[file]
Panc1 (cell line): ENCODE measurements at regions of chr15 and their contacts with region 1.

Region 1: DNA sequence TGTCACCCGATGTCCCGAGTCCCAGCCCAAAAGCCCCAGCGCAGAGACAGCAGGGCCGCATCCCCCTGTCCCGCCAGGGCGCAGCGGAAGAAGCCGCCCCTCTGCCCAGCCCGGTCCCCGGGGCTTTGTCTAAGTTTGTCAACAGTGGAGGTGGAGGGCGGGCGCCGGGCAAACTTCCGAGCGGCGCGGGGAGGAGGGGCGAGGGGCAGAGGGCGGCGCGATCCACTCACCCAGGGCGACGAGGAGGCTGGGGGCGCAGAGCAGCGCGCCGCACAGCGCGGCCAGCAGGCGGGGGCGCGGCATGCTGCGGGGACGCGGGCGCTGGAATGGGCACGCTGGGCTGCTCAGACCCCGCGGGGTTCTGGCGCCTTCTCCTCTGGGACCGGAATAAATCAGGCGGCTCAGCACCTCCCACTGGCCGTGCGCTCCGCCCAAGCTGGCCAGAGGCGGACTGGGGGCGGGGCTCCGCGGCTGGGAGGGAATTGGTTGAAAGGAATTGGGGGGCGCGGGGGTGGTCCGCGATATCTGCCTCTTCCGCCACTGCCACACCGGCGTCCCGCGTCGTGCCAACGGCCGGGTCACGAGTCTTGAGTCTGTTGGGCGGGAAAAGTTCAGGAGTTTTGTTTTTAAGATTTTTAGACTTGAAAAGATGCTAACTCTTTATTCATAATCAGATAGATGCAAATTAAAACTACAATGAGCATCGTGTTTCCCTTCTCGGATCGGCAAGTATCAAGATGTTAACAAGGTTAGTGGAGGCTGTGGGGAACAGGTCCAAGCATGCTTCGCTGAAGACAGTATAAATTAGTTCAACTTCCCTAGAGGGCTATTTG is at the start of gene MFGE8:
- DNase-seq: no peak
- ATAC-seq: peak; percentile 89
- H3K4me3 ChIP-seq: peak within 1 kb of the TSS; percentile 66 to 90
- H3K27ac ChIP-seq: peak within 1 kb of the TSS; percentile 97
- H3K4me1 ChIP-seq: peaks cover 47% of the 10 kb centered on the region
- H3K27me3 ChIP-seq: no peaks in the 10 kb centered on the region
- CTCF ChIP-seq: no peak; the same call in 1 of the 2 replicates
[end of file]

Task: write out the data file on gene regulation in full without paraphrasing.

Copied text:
Panc1 (cell line): ENCODE measurements at regions of chr15 and their contacts with region 1.

Region 1: DNA sequence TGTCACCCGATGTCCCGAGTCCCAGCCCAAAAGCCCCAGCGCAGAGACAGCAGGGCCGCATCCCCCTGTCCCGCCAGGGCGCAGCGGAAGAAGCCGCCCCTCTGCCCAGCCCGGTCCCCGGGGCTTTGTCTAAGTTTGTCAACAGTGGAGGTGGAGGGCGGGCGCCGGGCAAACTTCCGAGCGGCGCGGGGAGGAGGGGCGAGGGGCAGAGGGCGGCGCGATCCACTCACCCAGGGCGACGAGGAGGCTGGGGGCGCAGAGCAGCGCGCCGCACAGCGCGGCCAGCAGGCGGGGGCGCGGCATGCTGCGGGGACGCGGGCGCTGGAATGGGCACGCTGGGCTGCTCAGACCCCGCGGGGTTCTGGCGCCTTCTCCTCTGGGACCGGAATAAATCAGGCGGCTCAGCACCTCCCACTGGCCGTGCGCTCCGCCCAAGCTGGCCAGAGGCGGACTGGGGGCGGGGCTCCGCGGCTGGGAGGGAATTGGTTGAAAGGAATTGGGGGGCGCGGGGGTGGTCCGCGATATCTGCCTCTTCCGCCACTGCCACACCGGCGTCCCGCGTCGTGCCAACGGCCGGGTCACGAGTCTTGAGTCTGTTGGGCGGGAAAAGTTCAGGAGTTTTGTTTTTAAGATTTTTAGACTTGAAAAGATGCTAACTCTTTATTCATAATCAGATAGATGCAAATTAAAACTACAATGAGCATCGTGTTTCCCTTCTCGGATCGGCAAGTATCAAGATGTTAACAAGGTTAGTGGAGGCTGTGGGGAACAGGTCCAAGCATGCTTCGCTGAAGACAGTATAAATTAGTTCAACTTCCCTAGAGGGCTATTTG is at the start of gene MFGE8:
- DNase-seq: no peak
- ATAC-seq: peak; percentile 89
- H3K4me3 ChIP-seq: peak within 1 kb of the TSS; percentile 66 to 90
- H3K27ac ChIP-seq: peak within 1 kb of the TSS; percentile 97
- H3K4me1 ChIP-seq: peaks cover 47% of the 10 kb centered on the region
- H3K27me3 ChIP-seq: no peaks in the 10 kb centered on the region
- CTCF ChIP-seq: no peak; the same call in 1 of the 2 replicates